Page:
Only pens and simple calculators (nelilaskin) or function calculators (funktiolaskin) allowed. Books, notes, phones, computers, graphical calculators etc. are not permitted.
Maximum number of points is 50. The minimum required for passing the course is 25. Grading emphasizes conceptual understanding over mathematical precision. Please note that equivocated answers -- i.e., fishing points by generating answers that are blatantly false or might in real life have damaging consequences -- will be penalized by deducing points.
Contents and learning objectives
Primary material: 1) Lecture slides and 2) assignments marked as Recommended. These are sufficient for a passing-to-good grade. Pay attention to topics marked as "Learning Objectives". Secondary materials: To aim for the highest grade, we advise reading selected papers listed in Materials as well as papers flagged in the assignments.
Format and task types
The exam will consist of 10 pages. Each page will contain one task worth of max. 5 points. The following task types may be used to test general understanding:
- Definition: E.g., define a concept in text or by a diagram.
- Explanation: E.g., explain a concept, model, or theory briefly in text or by a diagram.
- Assessment of a theory or model: E.g,. analyze pros and cons of a given theory, model, or concept.
- Short essay: E.g., provide an account of some phenomenon in interaction from a perspective coming from the course materials.
The following task types may be used to test the ability to apply knowledge to practical problems. In these problems:
- Analysis: E.g., given a design, analyze its different aspects from the perspective of a concept, model, or theory.
- Comparison: E.g., given two designs, analyze their pros and cons from the perspective of a concept, model, or theory.
- Numerical problem: E.g., given a design, identify the value of some property or outcome using a model.
- Re-design: E.g., given a design, propose a simple improvement by reference to a concept, theory, or model.
- Assessment of a design: E.g., given a design, analyze its pros and cons using appropriate models, concepts, or theories provided in the course. Assessment can be verbal or numerical.
LECTURE 1: INTRODUCTION
(1) Concepts: Objective function; Constraint; Task instance; Optimization; Predictive modelling; Inference; Sensitivity analysis. (2) Computational interaction: characteristics as a research topic and examplary applications. (3) Example task: Define "element grouping" as an objective function.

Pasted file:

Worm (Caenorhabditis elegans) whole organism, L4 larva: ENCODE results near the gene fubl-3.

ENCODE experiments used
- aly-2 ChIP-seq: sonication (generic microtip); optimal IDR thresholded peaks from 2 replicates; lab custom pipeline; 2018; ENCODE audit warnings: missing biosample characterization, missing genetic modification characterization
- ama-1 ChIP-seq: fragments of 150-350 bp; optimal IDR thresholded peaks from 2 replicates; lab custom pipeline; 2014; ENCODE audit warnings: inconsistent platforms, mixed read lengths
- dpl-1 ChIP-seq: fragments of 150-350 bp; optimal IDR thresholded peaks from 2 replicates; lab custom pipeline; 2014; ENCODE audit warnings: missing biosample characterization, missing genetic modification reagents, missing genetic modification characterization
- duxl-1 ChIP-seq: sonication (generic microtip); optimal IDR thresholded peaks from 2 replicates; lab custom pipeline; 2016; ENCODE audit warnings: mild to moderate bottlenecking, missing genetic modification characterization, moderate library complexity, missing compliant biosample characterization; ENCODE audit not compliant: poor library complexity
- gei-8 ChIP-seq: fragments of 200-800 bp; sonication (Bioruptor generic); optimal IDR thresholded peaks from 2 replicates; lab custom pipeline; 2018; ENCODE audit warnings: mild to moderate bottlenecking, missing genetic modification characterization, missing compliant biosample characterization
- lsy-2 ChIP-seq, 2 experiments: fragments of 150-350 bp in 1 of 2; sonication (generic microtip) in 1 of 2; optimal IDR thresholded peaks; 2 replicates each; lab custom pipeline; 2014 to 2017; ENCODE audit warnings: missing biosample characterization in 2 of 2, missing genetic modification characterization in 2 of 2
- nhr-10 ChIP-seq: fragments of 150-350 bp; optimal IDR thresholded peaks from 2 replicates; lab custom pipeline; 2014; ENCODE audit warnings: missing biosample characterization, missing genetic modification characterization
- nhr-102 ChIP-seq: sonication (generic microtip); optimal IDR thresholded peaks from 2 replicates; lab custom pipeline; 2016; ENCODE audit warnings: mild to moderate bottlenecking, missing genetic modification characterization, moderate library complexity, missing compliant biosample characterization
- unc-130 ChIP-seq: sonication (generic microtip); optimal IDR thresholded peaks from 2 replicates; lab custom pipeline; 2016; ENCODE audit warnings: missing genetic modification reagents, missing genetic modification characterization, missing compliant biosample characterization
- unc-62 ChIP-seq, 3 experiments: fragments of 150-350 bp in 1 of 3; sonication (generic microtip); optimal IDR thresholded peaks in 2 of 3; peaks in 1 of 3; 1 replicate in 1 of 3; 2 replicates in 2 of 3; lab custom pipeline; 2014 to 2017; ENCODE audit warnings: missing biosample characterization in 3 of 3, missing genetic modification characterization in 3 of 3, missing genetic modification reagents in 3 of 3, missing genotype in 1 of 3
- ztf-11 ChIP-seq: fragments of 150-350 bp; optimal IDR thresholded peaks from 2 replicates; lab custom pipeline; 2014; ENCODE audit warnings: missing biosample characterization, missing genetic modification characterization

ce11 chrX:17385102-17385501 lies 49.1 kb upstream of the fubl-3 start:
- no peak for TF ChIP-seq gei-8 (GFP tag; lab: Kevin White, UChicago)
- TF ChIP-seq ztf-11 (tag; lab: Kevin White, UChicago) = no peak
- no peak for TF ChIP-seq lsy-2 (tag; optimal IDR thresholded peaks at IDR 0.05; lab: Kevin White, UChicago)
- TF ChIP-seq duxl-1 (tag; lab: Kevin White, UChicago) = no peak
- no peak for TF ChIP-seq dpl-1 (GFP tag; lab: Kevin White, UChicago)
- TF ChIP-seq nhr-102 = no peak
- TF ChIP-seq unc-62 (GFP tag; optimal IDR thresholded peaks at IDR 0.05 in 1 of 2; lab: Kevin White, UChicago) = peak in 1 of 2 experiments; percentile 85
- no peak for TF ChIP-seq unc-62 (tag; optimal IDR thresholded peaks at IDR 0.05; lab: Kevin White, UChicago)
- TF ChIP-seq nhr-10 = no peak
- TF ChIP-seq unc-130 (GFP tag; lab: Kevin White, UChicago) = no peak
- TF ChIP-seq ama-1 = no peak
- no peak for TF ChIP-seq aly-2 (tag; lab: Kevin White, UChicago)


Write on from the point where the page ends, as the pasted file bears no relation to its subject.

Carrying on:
LECTURE 2: INTEGER PROGRAMMING
(1) Integer programming: what and why and why not; (2) Concepts: Integer program; decision variable; objective function; constraint. (3) Example application: The same as above for Lecture 1 but as an integer program.
LECTURE 3: BLACK BOX OPTIMIZATION
(1) Black box optimization as opposed to exact methods. (2) Concepts: heuristic optimization; meta-heuristic optimization, be able to explain e.g. how simulated annealing works. (3) Example task: shown a piece of code implementing a heuristic approach for computational UI generation, tell about pros and cons of the approach.
LECTURE 4: HUMAN PERFORMANCE MODELS
(1) Concepts: Response processes. (2) Models: Fitts' law (a must!), Hick's law, KLM (on slides). (3) Example task: Analyze a UI using a model and propose an improvement.
LECTURE 5: PROBABILISTIC DECODING
(1) Probabilistic decoding, its relationship to information theory (limited capacity channel), and example applications; (2) Define a probabilistic decoder; (3) Example task: Explain how Bayes theorem is used in a touch or language model.
LECTURE 6: BAYESIAN OPTIMIZATION
(1) What, why, and when, difference to combinatorial optimization; example applications. (2) Concepts: proxy model, acquisition function, exploration/exploitation problem. (3) Example task: Given a concrete task (think: the color preference problem or similar), explain how BO works.
LECTURE 7: BANDITS
(1) What and when and why; applications; also: difference to BO; (2) Concepts: the bandit problem, multi-armed bandit, contextual bandit, regret. (3) Example task: e.g., explain how bandits can be used to recommend designs to a designer. (4) Thompson sampling: if you get this, great!
LECTURE 8: HUMAN VISUAL SYSTEM MODELS: SALIENCY
(1) Visual saliency: definition (important!) and applications; (2) Be ready to explain: How "classical" (non-parametric) models work (like Itti-Koch) versus newer, data-driven models? Pick one model from each category and be ready to explain; (3) Example task: given a graphical layout, explain what would draw attention according to a saliency model and why.
LECTURE 9: SIGNAL PROCESSING
(1) Input sensing flow, using mouse as the example; (2) Concepts: transfer function, information, sensor, recognition, hysteresis, calibration. (3) Example task: Filtering: learn at least one filter and be ready to explain (visually) how it works in input processing. Another: compute information in a simple input sensing scenario.